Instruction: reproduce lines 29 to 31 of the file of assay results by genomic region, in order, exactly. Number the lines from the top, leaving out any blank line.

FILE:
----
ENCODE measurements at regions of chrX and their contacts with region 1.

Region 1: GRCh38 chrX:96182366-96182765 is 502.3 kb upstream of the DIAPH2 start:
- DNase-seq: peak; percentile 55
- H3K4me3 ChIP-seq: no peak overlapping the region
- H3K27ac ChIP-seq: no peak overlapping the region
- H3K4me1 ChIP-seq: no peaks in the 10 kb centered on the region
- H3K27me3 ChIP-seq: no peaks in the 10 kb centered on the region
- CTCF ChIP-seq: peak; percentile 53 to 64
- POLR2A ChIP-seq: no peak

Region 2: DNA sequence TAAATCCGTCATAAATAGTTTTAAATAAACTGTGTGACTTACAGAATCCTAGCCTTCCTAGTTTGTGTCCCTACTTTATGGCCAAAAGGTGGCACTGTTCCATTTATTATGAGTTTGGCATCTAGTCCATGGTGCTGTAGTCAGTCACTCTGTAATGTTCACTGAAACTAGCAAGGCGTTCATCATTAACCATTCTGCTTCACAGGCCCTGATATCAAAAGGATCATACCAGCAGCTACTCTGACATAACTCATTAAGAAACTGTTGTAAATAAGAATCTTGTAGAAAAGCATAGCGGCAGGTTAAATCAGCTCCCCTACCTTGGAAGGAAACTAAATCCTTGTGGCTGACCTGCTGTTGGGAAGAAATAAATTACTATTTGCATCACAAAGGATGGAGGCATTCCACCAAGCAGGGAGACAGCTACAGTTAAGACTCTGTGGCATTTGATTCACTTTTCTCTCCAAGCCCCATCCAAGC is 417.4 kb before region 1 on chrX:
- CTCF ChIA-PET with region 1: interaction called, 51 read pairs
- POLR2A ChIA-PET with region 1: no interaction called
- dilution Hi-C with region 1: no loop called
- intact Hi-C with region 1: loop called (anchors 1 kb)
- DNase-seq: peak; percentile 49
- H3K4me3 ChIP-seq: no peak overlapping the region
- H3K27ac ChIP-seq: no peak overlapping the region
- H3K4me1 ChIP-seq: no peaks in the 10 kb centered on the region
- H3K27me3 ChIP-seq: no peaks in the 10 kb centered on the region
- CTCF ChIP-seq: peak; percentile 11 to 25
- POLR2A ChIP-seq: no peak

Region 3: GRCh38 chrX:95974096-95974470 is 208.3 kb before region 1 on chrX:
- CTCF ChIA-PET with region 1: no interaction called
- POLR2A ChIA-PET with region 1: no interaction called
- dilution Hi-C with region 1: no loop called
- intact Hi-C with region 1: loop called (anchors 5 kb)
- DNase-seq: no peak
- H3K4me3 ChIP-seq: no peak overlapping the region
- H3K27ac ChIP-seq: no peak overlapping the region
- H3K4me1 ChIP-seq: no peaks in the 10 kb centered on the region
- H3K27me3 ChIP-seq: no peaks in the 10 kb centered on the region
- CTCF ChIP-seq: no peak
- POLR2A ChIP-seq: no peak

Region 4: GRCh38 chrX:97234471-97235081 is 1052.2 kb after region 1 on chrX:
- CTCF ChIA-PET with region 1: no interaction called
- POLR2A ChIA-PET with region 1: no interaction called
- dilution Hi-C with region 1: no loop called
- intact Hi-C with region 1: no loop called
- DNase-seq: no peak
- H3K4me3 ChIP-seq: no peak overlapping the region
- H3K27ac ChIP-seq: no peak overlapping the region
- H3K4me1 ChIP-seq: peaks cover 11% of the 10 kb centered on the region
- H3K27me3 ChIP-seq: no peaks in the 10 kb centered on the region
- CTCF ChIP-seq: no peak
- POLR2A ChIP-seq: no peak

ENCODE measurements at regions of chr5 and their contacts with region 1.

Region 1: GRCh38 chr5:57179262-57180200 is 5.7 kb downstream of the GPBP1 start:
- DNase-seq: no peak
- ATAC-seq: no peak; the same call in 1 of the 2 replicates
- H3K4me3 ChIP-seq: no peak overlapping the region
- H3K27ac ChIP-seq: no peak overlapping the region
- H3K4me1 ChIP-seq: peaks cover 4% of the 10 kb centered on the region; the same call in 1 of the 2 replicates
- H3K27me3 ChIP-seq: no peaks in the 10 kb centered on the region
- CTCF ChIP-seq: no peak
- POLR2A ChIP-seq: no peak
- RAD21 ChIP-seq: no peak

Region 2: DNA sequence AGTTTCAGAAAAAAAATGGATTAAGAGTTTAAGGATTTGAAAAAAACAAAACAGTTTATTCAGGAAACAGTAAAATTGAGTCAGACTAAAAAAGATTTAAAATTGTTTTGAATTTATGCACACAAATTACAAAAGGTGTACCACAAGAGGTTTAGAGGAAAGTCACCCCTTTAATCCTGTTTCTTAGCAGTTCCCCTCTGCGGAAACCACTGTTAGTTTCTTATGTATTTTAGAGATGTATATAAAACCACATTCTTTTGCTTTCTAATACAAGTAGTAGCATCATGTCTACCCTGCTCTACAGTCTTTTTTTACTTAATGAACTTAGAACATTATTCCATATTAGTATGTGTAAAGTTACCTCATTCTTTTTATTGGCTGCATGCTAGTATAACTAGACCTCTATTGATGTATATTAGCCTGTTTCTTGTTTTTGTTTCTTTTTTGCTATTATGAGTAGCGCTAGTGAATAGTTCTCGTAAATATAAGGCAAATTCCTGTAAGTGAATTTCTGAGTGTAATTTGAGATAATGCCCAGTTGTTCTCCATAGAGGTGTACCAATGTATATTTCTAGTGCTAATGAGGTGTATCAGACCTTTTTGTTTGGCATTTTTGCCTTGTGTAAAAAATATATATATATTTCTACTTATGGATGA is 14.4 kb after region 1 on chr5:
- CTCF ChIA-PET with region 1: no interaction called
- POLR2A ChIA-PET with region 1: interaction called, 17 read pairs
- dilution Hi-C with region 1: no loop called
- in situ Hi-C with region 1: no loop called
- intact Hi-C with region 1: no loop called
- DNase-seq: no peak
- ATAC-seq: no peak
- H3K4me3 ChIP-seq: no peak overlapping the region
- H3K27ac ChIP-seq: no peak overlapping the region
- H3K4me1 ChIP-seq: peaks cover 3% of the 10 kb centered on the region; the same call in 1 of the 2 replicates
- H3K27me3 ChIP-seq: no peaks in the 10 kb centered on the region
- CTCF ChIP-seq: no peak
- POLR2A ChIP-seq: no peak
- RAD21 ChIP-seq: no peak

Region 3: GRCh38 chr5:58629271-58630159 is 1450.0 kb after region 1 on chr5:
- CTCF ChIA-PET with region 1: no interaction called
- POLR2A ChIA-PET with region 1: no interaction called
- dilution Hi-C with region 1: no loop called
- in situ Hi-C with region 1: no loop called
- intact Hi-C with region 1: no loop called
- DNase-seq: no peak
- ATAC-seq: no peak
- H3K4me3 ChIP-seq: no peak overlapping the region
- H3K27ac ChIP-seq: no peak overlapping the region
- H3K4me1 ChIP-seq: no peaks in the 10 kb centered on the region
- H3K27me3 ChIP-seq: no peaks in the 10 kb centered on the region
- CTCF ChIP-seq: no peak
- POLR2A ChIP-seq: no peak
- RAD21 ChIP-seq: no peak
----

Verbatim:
- H3K27ac ChIP-seq: no peak overlapping the region
- H3K4me1 ChIP-seq: no peaks in the 10 kb centered on the region
- H3K27me3 ChIP-seq: no peaks in the 10 kb centered on the region